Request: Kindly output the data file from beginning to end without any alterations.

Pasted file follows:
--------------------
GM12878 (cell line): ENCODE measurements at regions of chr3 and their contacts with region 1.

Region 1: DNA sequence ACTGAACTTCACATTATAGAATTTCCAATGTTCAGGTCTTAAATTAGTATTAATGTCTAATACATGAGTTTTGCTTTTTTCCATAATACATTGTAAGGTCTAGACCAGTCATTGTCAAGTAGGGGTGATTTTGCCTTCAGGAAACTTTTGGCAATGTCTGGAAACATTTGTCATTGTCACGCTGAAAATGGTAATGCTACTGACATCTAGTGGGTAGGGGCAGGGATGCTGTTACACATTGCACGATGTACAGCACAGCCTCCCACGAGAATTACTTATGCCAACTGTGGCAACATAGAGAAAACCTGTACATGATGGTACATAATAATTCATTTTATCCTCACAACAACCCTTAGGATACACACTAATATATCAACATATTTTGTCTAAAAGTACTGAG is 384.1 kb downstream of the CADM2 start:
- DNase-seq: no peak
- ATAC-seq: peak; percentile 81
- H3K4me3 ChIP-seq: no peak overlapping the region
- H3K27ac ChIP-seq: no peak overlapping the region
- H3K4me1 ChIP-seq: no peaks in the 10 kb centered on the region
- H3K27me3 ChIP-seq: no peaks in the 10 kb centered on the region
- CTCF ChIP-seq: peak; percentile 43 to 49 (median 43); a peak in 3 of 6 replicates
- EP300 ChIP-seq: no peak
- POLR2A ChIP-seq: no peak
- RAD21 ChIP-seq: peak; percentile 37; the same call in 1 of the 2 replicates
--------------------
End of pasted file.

GM12878 (cell line): ENCODE measurements at regions of chr3 and their contacts with region 1.

Region 1: DNA sequence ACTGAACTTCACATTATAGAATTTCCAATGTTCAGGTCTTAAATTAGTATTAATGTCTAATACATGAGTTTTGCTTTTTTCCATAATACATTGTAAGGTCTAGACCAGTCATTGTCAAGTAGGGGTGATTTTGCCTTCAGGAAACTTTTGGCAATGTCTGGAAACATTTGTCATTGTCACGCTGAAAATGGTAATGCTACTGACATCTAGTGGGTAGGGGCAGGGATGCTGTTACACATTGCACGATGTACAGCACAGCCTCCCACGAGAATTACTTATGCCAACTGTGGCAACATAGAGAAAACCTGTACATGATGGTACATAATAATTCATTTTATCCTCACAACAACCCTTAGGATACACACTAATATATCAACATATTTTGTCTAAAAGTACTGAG is 384.1 kb downstream of the CADM2 start:
- DNase-seq: no peak
- ATAC-seq: peak; percentile 81
- H3K4me3 ChIP-seq: no peak overlapping the region
- H3K27ac ChIP-seq: no peak overlapping the region
- H3K4me1 ChIP-seq: no peaks in the 10 kb centered on the region
- H3K27me3 ChIP-seq: no peaks in the 10 kb centered on the region
- CTCF ChIP-seq: peak; percentile 43 to 49 (median 43); a peak in 3 of 6 replicates
- EP300 ChIP-seq: no peak
- POLR2A ChIP-seq: no peak
- RAD21 ChIP-seq: peak; percentile 37; the same call in 1 of the 2 replicates